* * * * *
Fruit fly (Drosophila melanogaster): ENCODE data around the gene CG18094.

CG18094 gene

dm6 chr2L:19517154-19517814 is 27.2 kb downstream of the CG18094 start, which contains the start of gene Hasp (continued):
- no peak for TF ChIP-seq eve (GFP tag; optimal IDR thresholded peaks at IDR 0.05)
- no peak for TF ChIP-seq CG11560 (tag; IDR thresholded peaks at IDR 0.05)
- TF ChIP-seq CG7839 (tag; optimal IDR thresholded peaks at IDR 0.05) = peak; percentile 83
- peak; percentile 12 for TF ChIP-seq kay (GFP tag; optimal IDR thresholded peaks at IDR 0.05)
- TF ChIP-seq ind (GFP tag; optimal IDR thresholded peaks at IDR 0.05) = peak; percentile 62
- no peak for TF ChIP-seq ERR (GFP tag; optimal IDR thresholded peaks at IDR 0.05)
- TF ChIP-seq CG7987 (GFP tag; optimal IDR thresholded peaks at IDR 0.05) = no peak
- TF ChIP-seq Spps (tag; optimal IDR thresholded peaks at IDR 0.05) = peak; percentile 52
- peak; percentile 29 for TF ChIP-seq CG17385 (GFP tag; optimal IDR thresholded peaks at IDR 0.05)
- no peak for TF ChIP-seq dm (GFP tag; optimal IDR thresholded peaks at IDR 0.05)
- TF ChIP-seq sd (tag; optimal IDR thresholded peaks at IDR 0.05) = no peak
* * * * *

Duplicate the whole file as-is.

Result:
Fruit fly (Drosophila melanogaster): ENCODE data around the gene CG18094.

CG18094 gene

dm6 chr2L:19517154-19517814 is 27.2 kb downstream of the CG18094 start, which contains the start of gene Hasp (continued):
- no peak for TF ChIP-seq eve (GFP tag; optimal IDR thresholded peaks at IDR 0.05)
- no peak for TF ChIP-seq CG11560 (tag; IDR thresholded peaks at IDR 0.05)
- TF ChIP-seq CG7839 (tag; optimal IDR thresholded peaks at IDR 0.05) = peak; percentile 83
- peak; percentile 12 for TF ChIP-seq kay (GFP tag; optimal IDR thresholded peaks at IDR 0.05)
- TF ChIP-seq ind (GFP tag; optimal IDR thresholded peaks at IDR 0.05) = peak; percentile 62
- no peak for TF ChIP-seq ERR (GFP tag; optimal IDR thresholded peaks at IDR 0.05)
- TF ChIP-seq CG7987 (GFP tag; optimal IDR thresholded peaks at IDR 0.05) = no peak
- TF ChIP-seq Spps (tag; optimal IDR thresholded peaks at IDR 0.05) = peak; percentile 52
- peak; percentile 29 for TF ChIP-seq CG17385 (GFP tag; optimal IDR thresholded peaks at IDR 0.05)
- no peak for TF ChIP-seq dm (GFP tag; optimal IDR thresholded peaks at IDR 0.05)
- TF ChIP-seq sd (tag; optimal IDR thresholded peaks at IDR 0.05) = no peak